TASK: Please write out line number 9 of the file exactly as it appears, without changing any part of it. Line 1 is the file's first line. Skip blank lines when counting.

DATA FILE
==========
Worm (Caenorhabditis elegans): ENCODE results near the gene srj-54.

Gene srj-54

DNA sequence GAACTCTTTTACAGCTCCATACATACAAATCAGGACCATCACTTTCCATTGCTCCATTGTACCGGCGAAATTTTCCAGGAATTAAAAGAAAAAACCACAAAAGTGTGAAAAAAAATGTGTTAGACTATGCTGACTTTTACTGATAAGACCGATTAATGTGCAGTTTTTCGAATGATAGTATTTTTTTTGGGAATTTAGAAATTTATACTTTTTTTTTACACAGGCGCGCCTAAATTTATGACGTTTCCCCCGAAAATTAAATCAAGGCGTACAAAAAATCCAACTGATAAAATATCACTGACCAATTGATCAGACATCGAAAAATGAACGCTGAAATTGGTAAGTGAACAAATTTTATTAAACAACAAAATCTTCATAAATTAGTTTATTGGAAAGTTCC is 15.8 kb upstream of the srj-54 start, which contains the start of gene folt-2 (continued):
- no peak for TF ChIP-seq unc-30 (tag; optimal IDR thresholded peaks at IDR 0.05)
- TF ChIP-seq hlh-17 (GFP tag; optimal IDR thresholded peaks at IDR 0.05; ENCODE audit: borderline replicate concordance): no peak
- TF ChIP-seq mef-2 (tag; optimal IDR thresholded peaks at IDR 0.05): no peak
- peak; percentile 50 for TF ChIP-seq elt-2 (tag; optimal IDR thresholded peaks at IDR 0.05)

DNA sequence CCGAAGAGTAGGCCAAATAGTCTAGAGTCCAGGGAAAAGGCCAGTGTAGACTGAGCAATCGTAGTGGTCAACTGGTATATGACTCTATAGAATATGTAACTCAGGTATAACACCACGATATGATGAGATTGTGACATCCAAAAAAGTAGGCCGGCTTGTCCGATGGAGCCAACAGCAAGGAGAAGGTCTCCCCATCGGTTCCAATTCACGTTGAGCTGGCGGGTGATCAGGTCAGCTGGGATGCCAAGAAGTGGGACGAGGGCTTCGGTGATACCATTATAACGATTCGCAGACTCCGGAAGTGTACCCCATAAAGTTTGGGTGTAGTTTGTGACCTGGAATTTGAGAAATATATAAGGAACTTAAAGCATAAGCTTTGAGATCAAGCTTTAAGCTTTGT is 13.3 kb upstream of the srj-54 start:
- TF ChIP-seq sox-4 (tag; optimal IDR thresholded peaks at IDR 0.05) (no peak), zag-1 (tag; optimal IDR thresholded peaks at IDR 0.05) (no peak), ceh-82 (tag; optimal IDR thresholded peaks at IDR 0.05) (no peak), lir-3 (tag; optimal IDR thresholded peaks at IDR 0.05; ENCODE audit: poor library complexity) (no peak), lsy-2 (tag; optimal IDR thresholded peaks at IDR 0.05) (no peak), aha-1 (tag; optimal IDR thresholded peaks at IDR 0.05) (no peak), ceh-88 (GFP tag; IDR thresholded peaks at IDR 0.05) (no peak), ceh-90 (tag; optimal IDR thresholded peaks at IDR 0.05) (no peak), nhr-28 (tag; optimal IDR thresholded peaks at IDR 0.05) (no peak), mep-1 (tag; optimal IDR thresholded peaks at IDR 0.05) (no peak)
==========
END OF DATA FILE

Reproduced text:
- TF ChIP-seq sox-4 (tag; optimal IDR thresholded peaks at IDR 0.05) (no peak), zag-1 (tag; optimal IDR thresholded peaks at IDR 0.05) (no peak), ceh-82 (tag; optimal IDR thresholded peaks at IDR 0.05) (no peak), lir-3 (tag; optimal IDR thresholded peaks at IDR 0.05; ENCODE audit: poor library complexity) (no peak), lsy-2 (tag; optimal IDR thresholded peaks at IDR 0.05) (no peak), aha-1 (tag; optimal IDR thresholded peaks at IDR 0.05) (no peak), ceh-88 (GFP tag; IDR thresholded peaks at IDR 0.05) (no peak), ceh-90 (tag; optimal IDR thresholded peaks at IDR 0.05) (no peak), nhr-28 (tag; optimal IDR thresholded peaks at IDR 0.05) (no peak), mep-1 (tag; optimal IDR thresholded peaks at IDR 0.05) (no peak)